statement:

Calculate
the sum of even numbers for a given upper limit of integers.

Solution:

We
analyze the problem and know that while statement will be used. We need to sum

even
numbers only. How can we decide that a number is even or not? We know that the

number
that is divisible by 2 is an even number. How can we do this in C language? We

can
say that if a number is divisible by 2, it means its remainder is zero, when
divided by

2.
To get a remainder we can use C’s modulus operator i.e. %. We can say that for
a

number
if the expression (number % 2) results in zero, the number is even. Putting
this in

a
conditional statement:

If ( ( number % 2) == 0 )

The
above conditional statement becomes true, when the number is even and false
when

the
number is odd (A number is either even or odd).

The
complete code of the program is as follows:

/* This program calculates sum
of even numbers for a given upper limit of

integers
*/

#include <iostream.h>

main()

{

//declaration of variables

int sum, number, upperLimit;

sum = 0;

number = 1;

// Prompt the user to enter upper limit of integers

cout << “Please enter the upper limit for which you want the sum ”
;

cin >> upperLimit;

// using the while loop to find out the sum of first 1000 integers
starting from 1

while(number <= upperLimit)

{

// Adding the even integer to the
contents of sum

if ( ( number % 2 ) == 0 )

{

sum = sum + number;

}

// Generate the next integer by adding
1 to the integer

number = number + 1;

}

cout << "The sum of even numbers of first “ <<
upperLimit << “ integers starting

from 1 is " << sum;

}

The
output of the program is:

Please
enter the upper limit for which you want the sum 10

The
sum of even numbers of first 10 integers starting from 1 is 30

Suppose
if we don’t have modulus operator in the C language. Is there any other way to

find
out the even numbers? We know that in C integer division gives the integer
result

and
the decimal portion is truncated. So the expression (2 * (number / 2)) gives
the

number
as a result, if the number is even only. So we can change our condition in if

statement
as:

if ( ( 2 * ( number /2 ) )
== number )

Infinite
Loop:

Consider
the condition in the while structure that is (number <=
upperLimit) and in the

while block the value of number is
changing (number = number + 1) to ensure that the

condition
is tested again next time. If it is true, the while
block is executed and so on. So

in
the while block statements, the variable
used in condition must change its value so that

we
have some definite number of repetitions. What will happen if we do not write
the

statement
number
= number + 1; in our program? The value of number will
not change,

so
the condition in the while loop
will be true always and the loop will be executed

forever.
Such loops in which the condition is always true are known as infinite loops as

there
are infinite repetitions in it.

Property
of while loop:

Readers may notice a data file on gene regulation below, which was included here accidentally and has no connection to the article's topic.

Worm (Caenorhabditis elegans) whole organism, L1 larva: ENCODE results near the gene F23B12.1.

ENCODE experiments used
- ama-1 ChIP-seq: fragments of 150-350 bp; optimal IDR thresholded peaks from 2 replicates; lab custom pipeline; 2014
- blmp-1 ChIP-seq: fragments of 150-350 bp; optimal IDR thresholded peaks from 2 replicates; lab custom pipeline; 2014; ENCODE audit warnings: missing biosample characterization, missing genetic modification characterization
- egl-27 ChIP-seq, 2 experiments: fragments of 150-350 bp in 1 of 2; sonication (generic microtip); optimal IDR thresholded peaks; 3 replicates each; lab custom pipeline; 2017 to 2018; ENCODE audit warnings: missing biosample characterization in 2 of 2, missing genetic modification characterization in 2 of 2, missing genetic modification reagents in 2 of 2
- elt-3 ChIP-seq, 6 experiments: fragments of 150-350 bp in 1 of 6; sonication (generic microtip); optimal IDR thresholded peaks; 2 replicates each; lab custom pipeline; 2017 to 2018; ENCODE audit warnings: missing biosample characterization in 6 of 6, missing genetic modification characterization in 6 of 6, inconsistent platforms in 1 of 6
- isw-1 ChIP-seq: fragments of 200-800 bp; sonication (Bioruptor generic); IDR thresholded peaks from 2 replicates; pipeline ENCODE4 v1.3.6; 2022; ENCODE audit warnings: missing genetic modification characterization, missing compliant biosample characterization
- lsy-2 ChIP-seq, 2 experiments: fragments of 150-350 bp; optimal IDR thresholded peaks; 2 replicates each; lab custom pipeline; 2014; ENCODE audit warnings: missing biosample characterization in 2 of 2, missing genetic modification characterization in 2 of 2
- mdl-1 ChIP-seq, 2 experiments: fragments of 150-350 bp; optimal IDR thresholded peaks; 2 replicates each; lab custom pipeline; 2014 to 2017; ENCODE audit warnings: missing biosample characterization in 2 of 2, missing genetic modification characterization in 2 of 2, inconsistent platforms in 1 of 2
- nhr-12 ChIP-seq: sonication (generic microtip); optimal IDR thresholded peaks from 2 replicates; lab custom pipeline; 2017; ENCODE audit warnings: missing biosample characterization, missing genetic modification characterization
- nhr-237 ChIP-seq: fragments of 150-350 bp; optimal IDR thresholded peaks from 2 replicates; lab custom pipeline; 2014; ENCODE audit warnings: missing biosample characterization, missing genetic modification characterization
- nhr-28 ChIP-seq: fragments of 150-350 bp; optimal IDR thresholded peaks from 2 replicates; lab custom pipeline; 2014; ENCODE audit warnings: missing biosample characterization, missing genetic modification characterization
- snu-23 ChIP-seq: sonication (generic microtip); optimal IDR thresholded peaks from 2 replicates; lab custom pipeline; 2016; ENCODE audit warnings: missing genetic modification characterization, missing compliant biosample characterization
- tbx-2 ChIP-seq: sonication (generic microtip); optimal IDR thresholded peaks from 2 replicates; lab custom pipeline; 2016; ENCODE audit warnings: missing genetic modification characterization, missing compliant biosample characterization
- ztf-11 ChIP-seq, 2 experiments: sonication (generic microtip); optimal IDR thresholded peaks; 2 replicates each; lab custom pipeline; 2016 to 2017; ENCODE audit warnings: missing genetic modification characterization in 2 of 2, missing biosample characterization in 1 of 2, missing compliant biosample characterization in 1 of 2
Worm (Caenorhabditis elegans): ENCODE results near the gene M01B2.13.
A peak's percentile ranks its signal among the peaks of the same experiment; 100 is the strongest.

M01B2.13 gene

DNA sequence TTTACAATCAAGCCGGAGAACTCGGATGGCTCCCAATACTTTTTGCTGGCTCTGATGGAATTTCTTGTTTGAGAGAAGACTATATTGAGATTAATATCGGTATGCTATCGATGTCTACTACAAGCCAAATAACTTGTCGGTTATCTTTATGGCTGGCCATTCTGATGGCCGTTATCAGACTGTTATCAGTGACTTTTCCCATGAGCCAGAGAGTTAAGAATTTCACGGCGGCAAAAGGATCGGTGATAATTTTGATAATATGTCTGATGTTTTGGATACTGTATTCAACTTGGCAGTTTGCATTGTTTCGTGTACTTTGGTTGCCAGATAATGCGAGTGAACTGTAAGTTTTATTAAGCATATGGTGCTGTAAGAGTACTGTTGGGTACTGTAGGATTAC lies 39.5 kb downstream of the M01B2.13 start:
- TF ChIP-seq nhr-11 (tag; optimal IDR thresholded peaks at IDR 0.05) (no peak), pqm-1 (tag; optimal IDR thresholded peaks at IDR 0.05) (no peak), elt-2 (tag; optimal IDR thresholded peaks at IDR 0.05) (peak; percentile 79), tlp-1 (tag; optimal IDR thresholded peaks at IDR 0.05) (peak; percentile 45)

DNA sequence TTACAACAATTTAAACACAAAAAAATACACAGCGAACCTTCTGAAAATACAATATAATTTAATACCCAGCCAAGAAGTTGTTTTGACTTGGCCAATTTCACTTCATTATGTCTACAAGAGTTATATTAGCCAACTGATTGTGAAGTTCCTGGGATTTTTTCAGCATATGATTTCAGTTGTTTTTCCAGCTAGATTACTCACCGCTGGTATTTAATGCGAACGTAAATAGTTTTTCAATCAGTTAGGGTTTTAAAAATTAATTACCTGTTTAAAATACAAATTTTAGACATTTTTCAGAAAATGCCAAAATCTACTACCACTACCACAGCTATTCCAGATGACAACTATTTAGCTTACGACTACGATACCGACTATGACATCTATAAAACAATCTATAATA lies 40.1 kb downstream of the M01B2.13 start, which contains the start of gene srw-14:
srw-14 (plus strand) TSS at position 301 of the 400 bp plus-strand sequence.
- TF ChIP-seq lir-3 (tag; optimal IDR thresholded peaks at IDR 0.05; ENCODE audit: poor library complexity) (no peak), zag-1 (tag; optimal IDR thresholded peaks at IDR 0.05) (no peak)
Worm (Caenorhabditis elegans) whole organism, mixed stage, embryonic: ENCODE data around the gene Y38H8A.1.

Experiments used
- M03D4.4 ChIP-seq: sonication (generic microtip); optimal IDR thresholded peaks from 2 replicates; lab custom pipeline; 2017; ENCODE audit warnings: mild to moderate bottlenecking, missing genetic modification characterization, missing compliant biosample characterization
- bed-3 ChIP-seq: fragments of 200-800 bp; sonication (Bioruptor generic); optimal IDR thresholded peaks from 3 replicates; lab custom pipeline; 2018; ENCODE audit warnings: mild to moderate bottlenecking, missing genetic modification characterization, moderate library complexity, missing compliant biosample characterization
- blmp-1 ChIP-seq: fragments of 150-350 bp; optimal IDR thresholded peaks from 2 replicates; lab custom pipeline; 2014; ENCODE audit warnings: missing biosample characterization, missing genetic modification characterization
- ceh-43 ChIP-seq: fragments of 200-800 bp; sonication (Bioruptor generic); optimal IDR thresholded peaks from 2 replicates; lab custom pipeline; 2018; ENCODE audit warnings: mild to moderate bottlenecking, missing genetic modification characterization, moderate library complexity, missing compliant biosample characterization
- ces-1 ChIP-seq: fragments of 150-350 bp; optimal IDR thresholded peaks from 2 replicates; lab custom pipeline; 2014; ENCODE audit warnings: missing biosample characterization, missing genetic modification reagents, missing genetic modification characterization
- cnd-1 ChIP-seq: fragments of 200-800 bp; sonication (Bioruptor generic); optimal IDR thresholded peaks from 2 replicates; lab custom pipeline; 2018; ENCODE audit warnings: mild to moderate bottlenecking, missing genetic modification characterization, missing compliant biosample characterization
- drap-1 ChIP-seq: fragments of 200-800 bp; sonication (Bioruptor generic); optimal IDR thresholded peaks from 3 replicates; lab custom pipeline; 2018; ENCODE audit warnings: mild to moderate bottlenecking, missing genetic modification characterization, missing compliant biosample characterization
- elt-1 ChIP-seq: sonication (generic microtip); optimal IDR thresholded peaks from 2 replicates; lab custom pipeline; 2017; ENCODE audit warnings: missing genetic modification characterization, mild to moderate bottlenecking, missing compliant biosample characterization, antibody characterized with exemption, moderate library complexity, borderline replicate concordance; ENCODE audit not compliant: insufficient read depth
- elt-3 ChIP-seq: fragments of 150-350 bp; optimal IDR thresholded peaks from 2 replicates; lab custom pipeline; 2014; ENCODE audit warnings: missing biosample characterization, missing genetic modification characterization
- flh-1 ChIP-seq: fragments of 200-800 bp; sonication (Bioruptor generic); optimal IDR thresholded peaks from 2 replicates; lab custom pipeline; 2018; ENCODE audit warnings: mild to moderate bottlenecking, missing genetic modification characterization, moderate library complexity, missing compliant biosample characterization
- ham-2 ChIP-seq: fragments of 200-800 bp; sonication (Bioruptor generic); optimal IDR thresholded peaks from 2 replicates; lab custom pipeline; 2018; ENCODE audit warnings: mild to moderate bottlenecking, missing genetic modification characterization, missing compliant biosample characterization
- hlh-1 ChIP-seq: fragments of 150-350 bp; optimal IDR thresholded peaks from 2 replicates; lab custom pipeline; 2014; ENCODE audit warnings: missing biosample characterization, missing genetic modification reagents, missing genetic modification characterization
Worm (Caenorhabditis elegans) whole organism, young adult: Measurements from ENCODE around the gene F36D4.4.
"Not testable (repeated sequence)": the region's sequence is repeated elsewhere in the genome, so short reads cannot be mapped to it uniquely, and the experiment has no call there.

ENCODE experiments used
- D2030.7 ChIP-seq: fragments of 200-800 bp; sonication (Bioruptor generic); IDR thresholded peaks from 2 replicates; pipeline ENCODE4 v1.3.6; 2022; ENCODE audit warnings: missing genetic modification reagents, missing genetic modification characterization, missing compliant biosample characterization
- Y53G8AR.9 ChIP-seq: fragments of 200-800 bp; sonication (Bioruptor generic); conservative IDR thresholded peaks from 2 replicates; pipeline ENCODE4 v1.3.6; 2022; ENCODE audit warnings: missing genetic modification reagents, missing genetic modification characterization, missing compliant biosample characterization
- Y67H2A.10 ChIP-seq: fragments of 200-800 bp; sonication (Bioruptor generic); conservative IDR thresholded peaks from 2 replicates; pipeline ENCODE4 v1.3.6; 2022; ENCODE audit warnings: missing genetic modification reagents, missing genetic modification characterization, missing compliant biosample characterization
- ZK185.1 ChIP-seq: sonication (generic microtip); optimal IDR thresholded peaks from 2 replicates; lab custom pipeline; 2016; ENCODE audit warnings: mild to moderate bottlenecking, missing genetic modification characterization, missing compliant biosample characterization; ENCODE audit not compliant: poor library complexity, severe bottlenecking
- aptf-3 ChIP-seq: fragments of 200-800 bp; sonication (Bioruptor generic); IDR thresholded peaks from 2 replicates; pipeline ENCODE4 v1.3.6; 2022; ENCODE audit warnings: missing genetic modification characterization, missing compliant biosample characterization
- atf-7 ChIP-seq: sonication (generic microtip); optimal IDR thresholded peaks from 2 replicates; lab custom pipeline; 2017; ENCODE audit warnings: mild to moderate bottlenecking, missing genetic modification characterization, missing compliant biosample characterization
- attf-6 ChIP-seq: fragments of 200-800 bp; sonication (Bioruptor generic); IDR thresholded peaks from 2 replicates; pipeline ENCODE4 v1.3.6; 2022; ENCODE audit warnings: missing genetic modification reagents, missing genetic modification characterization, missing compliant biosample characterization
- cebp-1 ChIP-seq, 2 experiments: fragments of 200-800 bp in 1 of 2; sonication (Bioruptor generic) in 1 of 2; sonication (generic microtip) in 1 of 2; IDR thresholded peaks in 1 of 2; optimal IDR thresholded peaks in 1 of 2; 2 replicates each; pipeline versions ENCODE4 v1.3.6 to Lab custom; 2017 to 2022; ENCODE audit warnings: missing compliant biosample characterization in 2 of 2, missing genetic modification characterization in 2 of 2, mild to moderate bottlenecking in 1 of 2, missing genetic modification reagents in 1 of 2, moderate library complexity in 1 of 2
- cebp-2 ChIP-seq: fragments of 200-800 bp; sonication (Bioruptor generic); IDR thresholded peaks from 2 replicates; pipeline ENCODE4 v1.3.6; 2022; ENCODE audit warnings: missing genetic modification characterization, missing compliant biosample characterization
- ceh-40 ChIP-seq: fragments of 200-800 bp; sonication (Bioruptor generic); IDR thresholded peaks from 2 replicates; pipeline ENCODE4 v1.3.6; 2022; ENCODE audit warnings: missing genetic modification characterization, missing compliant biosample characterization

In
the above example, if the user enters 0, as the value for upper limit. In the
while

condition
we test (number <= upperLimit) i.e. number is less than or equal to
upperLimit

(
0 ), this test return false. The control of the program will go to the next
statement after

the
while
block. The statements in while structure will not be executed
even for a single

time.
So the property of while loop is that it may execute zero or more time.

The
while loop
is terminated, when the condition is tested as false. Make sure that the

loop
test has an adequate exit. Always use braces for the loop structure. If you
forget to

put
the braces, only one statement after the while statement is considered in the while

block.

Flow
Chart:

At
first, we will draw a rectangle and write while in it. Then draw a line to its
right and

use
the decision symbol i.e. diamond diagram. Write the loop condition in the
diamond

and
draw a line down to diamond which represents the flow when the decision is
true. All

the
repeated processes are drawn here using rectangles. Then a line is drawn from
the last

process
going back to the while and decision connection line. We have a line on the
right

side
of diamond which is the exit of while loop. The while loop
terminates, when the loop

condition evaluates to false and the control gets out of while
structure.

Here
is the flow chart for sample program 2:

Sample
Program 3:

Problem
statement:

Calculate
the factorial of a given number.

Solution:

The
factorial of a number N is defined as:

N(N-1)(N-2)………….3.2.1

By
looking at the problem, we can see that there is a repetition of multiplication
of

numbers.
A loop is needed to write a program to solve a factorial of a number. Let's
think

in
terms of writing a generic program to calculate the factorial so that we can
get the

factorial
of any number. We have to multiply the number with the next decremented

number
until the number becomes 1. So the value of number will decrease by 1 in each

repetition.
factorial = 1;

number = 1;

// Prompt the user to enter upper limit of integers

cout << “Please enter the number for factorial ” ;

cin >> number;

// using the while loop to find out the factorial

while(number > 1)

{

factorial = factorial * number;

number = number - 1;

}

cout << "The factorial is
“ << factorial;

}

Exercise:

1) Calculate the sum of odd integers for a given
upper limit. Also draw flow chart of

the
program.

2) Calculate the sum of even and odd integers
separately for a given upper limit

using
only one loop structure. Also draw flow chart of the program.

Tips

• Always use the self explanatory variable names

• Practice a lot. Practice makes a man perfect

• While loop may execute zero or more time

• Make sure that loop test (condition) has an
acceptable exit.

Here
is the code of the program.

/*This
program calculates the factorial of a given number.*/

#include <iostream.h>

main()

{

//declaration of variables

int factorial, number;

__//Initialization of the variables__